It’ll complete, then you can simply open it to start installing.

  4. Once you begin the installation, choose where the Gateway folder path should be.
    Then, click Install.


    And it’ll install and will take a few moments.
  5. Once completed, it’ll ask for the email address (or rather username needed to install the Gateway)


  6. Further, authentication will take place as below (in case you have MFA enabled, that will be occur too)


  7. And, it’ll Sign you in.

  8. Once in, it’ll ask if this is a migration or the first time setup.
    Since I’m installing it for the first time, I’ll choose the first option as this is a fresh install.

  9. Upon clicking Next, I’ll be asked to set Properties for the gateway.
    So, to identify the machine, I’ll select a name with which I can identify and then enter a Recovery Key which I will store safely with me.
    Then, click Configure.


  10. It’ll take a few moments to configure.




  11. And now, you’re done in a few moments. Finally, the Gateway is now installed.


Configuration & Info

Given that your Gateway is now installed, you can always go in the File Explorer where you set it up and open the below app

If you wish to check the configurations in detail, you’ll need to Sign In again

And in Power Automate, you’ll see the Gateway is listed.


And if you open it up, you’ll see the high-level details and status of it.

Here are some Power Automate posts you want to check out –

  1. Co-presence in Power Automate | Multiple users working on a Flow
  2. Search Rows (preview) Action in Dataverse connector in a Flow | Power Automate
  3. Suppress Workflow Header Information while sending back HTTP Response in a Flow | Power Automate
  4. Call a Flow from Canvas Power App and get back response | Power Platform\
  5. FetchXML Aggregation in a Flow using CDS (Current Environment) connector | Power Automate
  6. Parsing Outputs of a List Rows action using Parse JSON in a Flow | Common Data Service (CE) connector
  7. Asynchronous HTTP Response from a Flow | Power Automate
  8. Validate JSON Schema for HTTP Request trigger in a Flow and send Response | Power Automate
  9. Converting JSON to XML and XML to JSON in a Flow | Power Automate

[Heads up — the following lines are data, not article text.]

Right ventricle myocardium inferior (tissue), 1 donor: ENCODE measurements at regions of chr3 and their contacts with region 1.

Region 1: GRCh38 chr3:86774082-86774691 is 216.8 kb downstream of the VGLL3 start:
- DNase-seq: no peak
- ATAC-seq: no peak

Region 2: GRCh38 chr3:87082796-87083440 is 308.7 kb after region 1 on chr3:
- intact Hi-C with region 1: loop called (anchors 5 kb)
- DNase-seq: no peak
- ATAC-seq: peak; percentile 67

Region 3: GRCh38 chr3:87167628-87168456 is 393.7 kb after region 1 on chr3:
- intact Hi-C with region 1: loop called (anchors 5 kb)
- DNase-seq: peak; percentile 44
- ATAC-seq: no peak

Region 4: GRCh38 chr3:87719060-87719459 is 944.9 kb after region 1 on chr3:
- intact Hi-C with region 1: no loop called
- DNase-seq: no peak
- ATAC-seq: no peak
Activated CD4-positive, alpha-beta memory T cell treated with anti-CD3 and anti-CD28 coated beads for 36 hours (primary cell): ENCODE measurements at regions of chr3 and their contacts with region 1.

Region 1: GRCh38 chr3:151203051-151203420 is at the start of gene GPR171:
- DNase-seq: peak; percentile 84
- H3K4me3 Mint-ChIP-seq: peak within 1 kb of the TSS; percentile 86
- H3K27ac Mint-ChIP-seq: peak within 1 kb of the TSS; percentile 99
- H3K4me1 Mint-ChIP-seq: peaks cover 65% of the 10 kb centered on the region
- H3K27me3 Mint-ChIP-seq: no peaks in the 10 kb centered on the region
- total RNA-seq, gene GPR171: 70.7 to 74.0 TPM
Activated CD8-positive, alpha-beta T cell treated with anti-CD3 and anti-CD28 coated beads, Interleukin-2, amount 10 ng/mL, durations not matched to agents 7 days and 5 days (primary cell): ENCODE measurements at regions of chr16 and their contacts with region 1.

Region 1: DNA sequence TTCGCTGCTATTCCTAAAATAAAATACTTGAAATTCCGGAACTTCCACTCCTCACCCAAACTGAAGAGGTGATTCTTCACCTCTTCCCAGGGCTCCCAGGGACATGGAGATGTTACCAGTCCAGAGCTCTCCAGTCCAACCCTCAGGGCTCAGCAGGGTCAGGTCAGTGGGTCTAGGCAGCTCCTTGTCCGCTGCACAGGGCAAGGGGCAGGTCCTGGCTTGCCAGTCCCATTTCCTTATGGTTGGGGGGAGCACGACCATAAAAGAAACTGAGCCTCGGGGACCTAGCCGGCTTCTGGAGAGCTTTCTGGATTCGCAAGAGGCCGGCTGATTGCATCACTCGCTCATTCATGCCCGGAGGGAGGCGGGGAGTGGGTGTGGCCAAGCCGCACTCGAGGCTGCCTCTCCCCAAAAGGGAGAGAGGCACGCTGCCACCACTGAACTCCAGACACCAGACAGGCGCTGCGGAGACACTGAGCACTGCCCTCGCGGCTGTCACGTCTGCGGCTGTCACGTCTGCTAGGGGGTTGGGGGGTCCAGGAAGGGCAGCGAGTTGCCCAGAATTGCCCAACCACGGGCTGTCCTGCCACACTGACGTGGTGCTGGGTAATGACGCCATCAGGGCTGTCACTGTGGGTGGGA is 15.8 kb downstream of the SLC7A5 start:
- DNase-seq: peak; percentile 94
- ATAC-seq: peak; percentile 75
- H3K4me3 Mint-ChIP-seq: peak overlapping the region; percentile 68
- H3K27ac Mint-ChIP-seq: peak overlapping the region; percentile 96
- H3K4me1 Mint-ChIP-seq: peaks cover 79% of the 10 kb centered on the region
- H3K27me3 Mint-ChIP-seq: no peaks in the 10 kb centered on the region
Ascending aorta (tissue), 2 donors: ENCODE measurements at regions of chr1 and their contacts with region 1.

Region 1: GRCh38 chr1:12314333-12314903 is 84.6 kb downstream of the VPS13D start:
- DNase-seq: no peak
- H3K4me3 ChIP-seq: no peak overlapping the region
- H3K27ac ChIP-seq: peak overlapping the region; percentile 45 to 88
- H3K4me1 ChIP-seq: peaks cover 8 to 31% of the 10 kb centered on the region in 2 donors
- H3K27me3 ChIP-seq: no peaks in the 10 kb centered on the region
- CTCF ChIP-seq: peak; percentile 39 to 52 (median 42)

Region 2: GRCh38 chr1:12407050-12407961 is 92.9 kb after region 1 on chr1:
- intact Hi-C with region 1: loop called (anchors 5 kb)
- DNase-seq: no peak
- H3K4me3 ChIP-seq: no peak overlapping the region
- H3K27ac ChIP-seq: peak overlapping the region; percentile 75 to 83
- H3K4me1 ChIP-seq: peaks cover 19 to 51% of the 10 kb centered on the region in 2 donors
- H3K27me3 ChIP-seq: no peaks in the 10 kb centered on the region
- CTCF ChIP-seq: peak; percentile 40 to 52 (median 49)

10. Duration field in Dynamics 365 converts Hours value to Days in Dynamics 365 | [Flow Workaround to convert in Hours and Mins]

Thank you!

Admin Center URLs under M365 – Power Platform, Teams, SharePoint, Power BI

Here’s a quick summary of the Admin Center URLs of each of these Dynamics 365 / Power Platform Admin Centers –

All Admin Centers under M365 Admin Centers

Here’s the link to all Admin Center under your O365 tenant based on your subscription and your Role in the tenant – https://admin.microsoft.com/Adminportal/Home?source=applauncher#/alladmincenters

Power Apps / Power Automate / Power Platform Admin Center (PPAC) / Dynamics 365

Here’s how you can access the Power Platform Admin Center

  1. http://admin.powerplatform.com/ – It will redirect to –
    https://admin.powerplatform.microsoft.com/

    From here, you can access the D365 Environments

Power BI Admin Portal

Here’s the URL for the Power BI Admin Portal – https://app.powerbi.com/admin-portal

It’ll open up the Admin Portal which looks like this

SharePoint Admin Center

Here’s how you can check the link of the Admin Center for SharePoint – https://cft158-admin.sharepoint.com/

So basically, https://[domain]-admin.sharepoint.com/

Here, domain is the one that you created while creating the tenant. Example: you didn’t add a custom domain and your domain then look like this in your username admin@[cft158].onmicrosoft.com

And it will look like this –

Teams Admin Center

Here’s a link to the Teams Admin Center and it’ll look like below- https://admin.teams.microsoft.com/dashboard

Hope this was useful.

Here are some more D365 / Power Platform Admin related posts which might be helpful –

  1. Turn Teams On / Off at Org Level, provisioning users | M365 Admin Center Tip
  2. Convert environments between Production and Sandbox | Power Platform Admin Center [Quick Tip]
  3. Create new Sandbox and copy Production over to it in PowerPlatform Admin Center
  4. New ‘Capacity’ analytics on PowerPlatform Admin Center
  5. Create new CDS Environment and Database quickly from PowerApps Admin Center
  6. Sign up for a Dynamics 365 Project Operations (Lite Deployment) environment and provision a new instance | Power Platform

Thank you!

New App Designer for Model-Driven Apps | Power Platform

The new Model Driven App Designer experience has been enabled and has been doing the rounds for a few days now. Here’s my take on the same to demystify and bring forward a quick example of a Model-Driven App capabilities.

I’ll keep enriching this post in the future as more enhancements come to this new experience! As of now, this is in preview, so kindly keep a note of that!

Let’s review further!

Create a new Model-Driven App